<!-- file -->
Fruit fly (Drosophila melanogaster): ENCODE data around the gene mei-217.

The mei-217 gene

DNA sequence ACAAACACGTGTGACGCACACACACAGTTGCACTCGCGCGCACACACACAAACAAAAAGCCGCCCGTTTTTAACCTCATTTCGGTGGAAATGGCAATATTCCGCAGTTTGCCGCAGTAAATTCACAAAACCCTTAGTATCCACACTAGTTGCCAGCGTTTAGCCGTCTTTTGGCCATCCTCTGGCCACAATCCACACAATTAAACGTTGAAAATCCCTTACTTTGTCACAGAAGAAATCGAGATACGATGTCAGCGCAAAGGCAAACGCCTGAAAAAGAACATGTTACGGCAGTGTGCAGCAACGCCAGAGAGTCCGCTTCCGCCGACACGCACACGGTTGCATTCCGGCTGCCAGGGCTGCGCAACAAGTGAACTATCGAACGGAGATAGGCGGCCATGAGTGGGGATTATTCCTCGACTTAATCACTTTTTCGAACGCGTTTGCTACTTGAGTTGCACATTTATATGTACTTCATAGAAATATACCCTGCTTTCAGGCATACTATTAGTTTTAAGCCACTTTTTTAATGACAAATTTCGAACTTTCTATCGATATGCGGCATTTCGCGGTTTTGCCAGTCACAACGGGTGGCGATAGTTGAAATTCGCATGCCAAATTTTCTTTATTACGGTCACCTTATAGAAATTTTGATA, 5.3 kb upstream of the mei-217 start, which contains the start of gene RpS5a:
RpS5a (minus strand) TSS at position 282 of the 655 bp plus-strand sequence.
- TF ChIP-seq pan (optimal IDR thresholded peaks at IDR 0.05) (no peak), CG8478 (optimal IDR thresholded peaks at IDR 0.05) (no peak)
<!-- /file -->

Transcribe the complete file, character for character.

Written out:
Fruit fly (Drosophila melanogaster): ENCODE data around the gene mei-217.

The mei-217 gene

DNA sequence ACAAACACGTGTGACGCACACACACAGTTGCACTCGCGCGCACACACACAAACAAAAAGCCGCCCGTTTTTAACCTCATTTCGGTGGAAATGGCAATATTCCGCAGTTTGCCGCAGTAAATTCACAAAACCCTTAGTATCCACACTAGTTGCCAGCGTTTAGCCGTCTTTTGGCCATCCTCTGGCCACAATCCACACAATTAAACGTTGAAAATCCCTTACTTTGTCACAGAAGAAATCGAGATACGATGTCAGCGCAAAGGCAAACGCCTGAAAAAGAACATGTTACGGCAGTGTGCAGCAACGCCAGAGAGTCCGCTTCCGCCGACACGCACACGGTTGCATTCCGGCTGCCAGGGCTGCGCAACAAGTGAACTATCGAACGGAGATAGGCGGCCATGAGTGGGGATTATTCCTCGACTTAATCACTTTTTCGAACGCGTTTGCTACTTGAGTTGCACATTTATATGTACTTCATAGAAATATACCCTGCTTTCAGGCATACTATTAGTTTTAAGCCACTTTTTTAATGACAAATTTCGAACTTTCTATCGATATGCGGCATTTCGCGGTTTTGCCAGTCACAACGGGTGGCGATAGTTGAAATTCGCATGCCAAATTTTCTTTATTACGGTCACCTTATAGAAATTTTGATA, 5.3 kb upstream of the mei-217 start, which contains the start of gene RpS5a:
RpS5a (minus strand) TSS at position 282 of the 655 bp plus-strand sequence.
- TF ChIP-seq pan (optimal IDR thresholded peaks at IDR 0.05) (no peak), CG8478 (optimal IDR thresholded peaks at IDR 0.05) (no peak)